2014: A turning point for women in politics?

Nancy Pelosi
House Minority Leader Nancy Pelosi of Calif., front row, center, poses with other female House members on the steps of the House on Capitol Hill in Washington, Jan. 3, 2013, prior to the official opening of the 113th Congress. 

"Our young women are forming a new era in female history," wrote Massachusetts feminist Judith Sargent Murray excitedly. "The Rights of Women begin to be understood; we seem, at length, determined to do justice." The year was 1798. It would be two hundred and fourteen years until her home state would elect its first female senator, Elizabeth Warren. This year, it might get its first elected female governor, likely Democratic nominee Martha Coakley.

In other words, when it comes to women in public life, the triumphalism has occasionally been premature.  Progress has been too often followed by backlash. The first time we heard “The Year of the Woman,” in 1992, the number of the women in the House and Senate grew exponentially–followed by a flattening when Republicans took over two years later. Even after last year’s record-breaking election, the one that elected Warren and brought the number of women in the Senate to an unprecedented 20, the United States still ranks 79th in the world in female representation. (That well behind Saudi Arabia and Bangladesh, to name two.) The numbers are even bleaker when you look for women who aren’t white.

But America is moving forward. There were those twenty Senate women of 2012, including the first out lesbian Senator in Tammy Baldwin; the first Asian-American female Senator, Mazie Hirono; and Claire McCaskill, who prevailed over Todd “legitimate rape” Akin. In 2013, Janet Yellen became the first female chair of the Federal Reserve. Meanwhile, Republicans have been hastily trying to show America that, in the immortal words of Ann Romney at the last Republican National Convention, “I love you, women!”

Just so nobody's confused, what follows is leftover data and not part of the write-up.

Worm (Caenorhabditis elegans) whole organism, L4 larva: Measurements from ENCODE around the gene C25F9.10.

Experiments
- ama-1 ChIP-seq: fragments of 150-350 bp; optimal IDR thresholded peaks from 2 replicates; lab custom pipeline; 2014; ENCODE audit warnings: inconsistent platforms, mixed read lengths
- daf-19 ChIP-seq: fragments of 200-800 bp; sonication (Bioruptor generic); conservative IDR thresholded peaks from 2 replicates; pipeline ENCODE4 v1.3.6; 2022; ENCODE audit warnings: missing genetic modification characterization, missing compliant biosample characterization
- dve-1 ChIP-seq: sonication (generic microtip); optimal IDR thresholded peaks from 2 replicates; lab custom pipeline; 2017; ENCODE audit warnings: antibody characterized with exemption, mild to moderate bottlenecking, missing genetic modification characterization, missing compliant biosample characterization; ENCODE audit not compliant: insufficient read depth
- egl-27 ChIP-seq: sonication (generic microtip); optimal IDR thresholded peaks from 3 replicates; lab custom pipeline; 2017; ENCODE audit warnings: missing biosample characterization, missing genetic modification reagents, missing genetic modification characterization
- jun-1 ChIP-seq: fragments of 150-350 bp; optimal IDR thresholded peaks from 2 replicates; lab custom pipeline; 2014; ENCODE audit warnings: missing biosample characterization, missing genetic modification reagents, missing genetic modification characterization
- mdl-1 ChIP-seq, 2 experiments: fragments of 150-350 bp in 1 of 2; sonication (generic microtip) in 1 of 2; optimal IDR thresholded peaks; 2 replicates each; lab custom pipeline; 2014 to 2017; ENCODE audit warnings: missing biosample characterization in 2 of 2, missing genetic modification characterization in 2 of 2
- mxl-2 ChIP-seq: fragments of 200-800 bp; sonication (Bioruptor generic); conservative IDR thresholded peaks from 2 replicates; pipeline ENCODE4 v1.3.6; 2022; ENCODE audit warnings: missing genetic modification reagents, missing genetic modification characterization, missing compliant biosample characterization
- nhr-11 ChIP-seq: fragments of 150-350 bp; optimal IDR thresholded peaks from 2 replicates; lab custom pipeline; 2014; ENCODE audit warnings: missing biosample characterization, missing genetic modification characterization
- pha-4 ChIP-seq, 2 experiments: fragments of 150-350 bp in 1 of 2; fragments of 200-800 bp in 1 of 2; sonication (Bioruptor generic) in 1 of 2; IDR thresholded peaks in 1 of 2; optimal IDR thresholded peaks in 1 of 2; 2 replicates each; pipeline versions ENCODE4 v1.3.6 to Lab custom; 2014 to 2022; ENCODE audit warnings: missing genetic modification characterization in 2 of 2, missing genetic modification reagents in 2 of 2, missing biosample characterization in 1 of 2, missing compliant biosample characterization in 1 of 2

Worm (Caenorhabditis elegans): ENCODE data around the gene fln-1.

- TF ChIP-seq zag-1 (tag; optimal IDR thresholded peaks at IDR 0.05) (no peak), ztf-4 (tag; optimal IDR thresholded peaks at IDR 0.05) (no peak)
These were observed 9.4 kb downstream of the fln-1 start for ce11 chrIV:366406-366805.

And 2014 offers even more reason for conditional optimism. Some of the most consequential Senate races of 2014, particularly if you’re rooting for Democrats to keep the Senate, have women at the center: Allison Lundergan Grimes, seeking to topple Senate Minority Leader Mitch McConnell; Michelle Nunn, raising Democratic hopes in red Georgia; the potential loss of the long Democratic hold on a West Virginia Senate seat, with two women on either side of the aisle running. Two defenders, Senators Mary Landrieu and Kay Hagan, are also pivotal. While Republicans currently have the advantage on female governors, New Hampshire’s Maggie Hassan, the sole female Democratic governor, might be joined by the women running in Wisconsin, Rhode Island, Pennsylvania and Massachusetts.

And maybe, just maybe, in Texas, where Wendy Davis is running for governor along with lieutenant governor candidate Leticia van de Putte. Conventional wisdom has it that they are too liberal, that Davis is too tarred by the "Abortion Barbie" moniker, that they are running too soon for Texas’s coming demographic shift-- especially in an era of barely-restrained voter suppression. But conventional wisdom has been wrong before.

On the night Texas Republicans sandbagged Davis’s historic filibuster of an omnibus abortion bill, van de Putte, who had just left her father’s funeral, struggled to be heard. "At what point,” she asked, “must a female senator raise her hand or her voice to be recognized over her male colleagues?”

This year, as Davis and van de Putte try to turn Texas blue together, that point may come. We'll be there.